'10 C'Dale Tandem RT2. '07 Trek Tandem T2000, '10 Epic Marathon MTB, '12 Rocky Mountain Element 950 MTB, '95 C'dale R900, "04 Giant DS 2 '07 Kona Jake the Snake, '95 Nishiki Backroads
Mike ...we do quite a few rides and have debated the long drive to do this one on our tandem for a nunber of years, but haven't been able to decide if it is worth the effort and the challenge of so many entrants.
Hope you can help with a couple of questions.
What time did you actually get to the start and were you able to ride right off or did you still have to wait a while to be released? Did you walk the bike through both crossings or just the second...I assume both are dry or was the first one wet? It sounds like the hordes of riders were manageable from a saftey perspective or were you being kind?
How strongly would you recommend it as a fun Tandem ride..will you do it next year?
We arrived about 6am but after unloading, bathrooms etc. we lined up about 6.30 and waited 30 mins for the bell. Its a timed event so when the bell goes they let everyone go starting with the alleged fastest. We waited about 10 minutes before we started moving as there were nearly 4000 people in front of us. The first mile was very slow and then the road opened up and people began to sort themselves out. Getting there earlier would be a better idea.
There were a number who weren't really comfortable riding with lots of people, but frankly being on a tandem and habitually riding with singles you get used to this to some degree anyway, that said the people we ride with know our different rates of acceleration/deceleration, so it was more of a mental exercise than normal.
I only noted one with an Ipod playing and most were pretty with it when it came to shouting out a warning. We did make every effort to clear the hordes of TNT fairly quickly as there were definitely a high percentage with limited confidence and awareness.
The river crossings were both dry. You could have ridden through the first if it hadn't been packed with people and bikes. If you are in the front then you ride it, but the vast majority walk. The second you definitely walk or run and carry or push the bike.
We will probably do it again. Given the weight to power advantage we have over most people its often been hard work riding with others at the group speed and so being a timed event this is a good performance metric. Its not the most scenic and the food offering isn't great but there are many many spectators and all seem very pro the event. Its a big charity thing so many people come out and wave and shout. free massage offered at the end. Beer tent and festival atmosphere is good. Its also well worth the experience of going full tilt through red lights. For people who regularly race then its less of a deal, for the rest of us those aspects are quite fun....
There were some fast tandems out, but obviously we weren't one of them, that said I think at 8 Beth was the youngest `Centurion'. Rather less impressive is that we (and many others), got beat by a 12 year old - so we'll be gunning for him next year!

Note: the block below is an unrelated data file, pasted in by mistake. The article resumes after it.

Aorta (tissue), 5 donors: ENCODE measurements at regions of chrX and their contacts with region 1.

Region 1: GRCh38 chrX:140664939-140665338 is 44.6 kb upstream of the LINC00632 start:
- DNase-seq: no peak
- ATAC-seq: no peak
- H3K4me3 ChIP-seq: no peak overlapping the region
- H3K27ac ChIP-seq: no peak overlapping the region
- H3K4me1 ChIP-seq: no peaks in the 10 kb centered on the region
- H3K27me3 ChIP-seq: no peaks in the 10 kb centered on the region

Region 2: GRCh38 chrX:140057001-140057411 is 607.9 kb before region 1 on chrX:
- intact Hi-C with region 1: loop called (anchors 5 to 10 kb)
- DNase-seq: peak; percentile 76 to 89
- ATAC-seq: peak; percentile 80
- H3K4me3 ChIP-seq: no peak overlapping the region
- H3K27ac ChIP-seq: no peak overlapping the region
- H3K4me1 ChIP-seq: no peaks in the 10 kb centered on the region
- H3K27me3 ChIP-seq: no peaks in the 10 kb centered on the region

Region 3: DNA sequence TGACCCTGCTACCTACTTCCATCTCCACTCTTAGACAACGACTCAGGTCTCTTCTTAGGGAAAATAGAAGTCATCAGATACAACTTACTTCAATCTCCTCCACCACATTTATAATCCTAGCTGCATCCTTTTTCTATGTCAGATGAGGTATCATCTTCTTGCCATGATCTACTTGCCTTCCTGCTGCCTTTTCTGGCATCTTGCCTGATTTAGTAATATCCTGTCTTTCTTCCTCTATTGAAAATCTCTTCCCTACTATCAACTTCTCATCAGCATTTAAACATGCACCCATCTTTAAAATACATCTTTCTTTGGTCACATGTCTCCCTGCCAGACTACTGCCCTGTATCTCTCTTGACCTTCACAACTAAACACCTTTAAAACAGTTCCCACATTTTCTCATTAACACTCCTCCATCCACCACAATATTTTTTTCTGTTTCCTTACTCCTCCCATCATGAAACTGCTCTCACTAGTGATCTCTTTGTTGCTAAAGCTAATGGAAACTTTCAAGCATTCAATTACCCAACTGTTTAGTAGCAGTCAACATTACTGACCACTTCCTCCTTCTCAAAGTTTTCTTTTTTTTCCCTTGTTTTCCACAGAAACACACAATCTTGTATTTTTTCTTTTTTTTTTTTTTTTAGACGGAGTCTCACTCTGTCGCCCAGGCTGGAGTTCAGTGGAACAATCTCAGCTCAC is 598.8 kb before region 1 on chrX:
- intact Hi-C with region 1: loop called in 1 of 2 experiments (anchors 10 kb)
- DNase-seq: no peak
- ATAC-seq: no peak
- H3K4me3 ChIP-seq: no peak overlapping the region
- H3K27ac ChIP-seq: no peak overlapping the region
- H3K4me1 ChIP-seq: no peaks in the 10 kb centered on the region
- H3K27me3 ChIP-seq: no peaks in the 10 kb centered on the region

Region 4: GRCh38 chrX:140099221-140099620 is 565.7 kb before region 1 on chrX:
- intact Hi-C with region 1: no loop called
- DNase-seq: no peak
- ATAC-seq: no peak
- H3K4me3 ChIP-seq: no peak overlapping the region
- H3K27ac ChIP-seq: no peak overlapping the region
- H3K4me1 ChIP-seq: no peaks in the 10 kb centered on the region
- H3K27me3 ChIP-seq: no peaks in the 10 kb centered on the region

On the tandem question . . .
We have ridden El Tour 15 times on our tandem.
Depending where you start (109, 80, 66 or 35 miler) get there a minimum of 1 hour ahead of time. Does not pay to stand around shivering at 4:30 a.m. in the chill of the desert morning!
If you do stand around, stuff a couple layers of folded newspaper between chest and jersey . . . great insulation. Arm/leg warmers or vest, depending on your comfort level can also be used.
Starting any of the shorter distances, you put up with smaller crowd (1,500 starters at the 35 miler and the 80 miler usually has the least participants) and temps are much nicer.
Your timing chip does NOT activate until you cross the start line, so there is no actual loss of time; same at finish line.
Yes, there will be a huge crowd to navigate through; remember, everyone wants to be FIRST (not gonna happen!). First 25 miles and first river crossing will be close quarters/hectic. Riding a tandem, watch your corners . . . singles have no idea that we need a bit more space (ride with elbows out if necessary).
On the river crossing: dismount, carry the tandem (don't wheel it through the dirt/rocks). With our team, the pilot carried tandem while stoker ran along.
The river crossings have not always been dry, but usually are. If wet crossing: remove shoes/sox put 'em in jersey pocket. Hoist the bike and go. When you hit pavement DRY off you feet. with cycling cap/bandana. Otherwise sand granules will give you blisters after several miles.
The last 25 miles a few folks are a bit wobbly as they have overextended themselves a bit, so beware.
After 15 El Tours on our tandem, stoker Kay decided that was enough for her!
We rode many years as Bike patrol so we were in no huge hurry to finish.
This was my 25th ET out of 26 . . . missed one in the early 1990s when boss would not let me off work and threatened to fire me if I called in sick (nice guy?!).
Raced the first few El Tours (on a single) and on the very first one finished either 26th or 27th out of about 190+ riders and was one of the 'older' participants. Less crowded for sure with more stops but not nearly as well organized as it is nowadays.
There are loads of sag/potty stops. This year had banana, 2 brownies 1/4 orange and water refills. Bring own favorite snacks/gels/bars/drinks etc.
At ages 76, and 73 we still pedal on TWOgether!
Rudy and Kay/zonatandem !
Some stats on the El Tour de Tucson XXVI . . .
8,636 total riders
4,539 did the full109 miles
4 hrs 20 min 35 sec was the winning time
4 hrs 32 min 2 sec for the fastest tandem duo
12 hrs 8 min 39 sec was the last official finisher of the 109 miler
166 folks rode as Bike Patrol
go.azstarnet.com/eltour for some highlights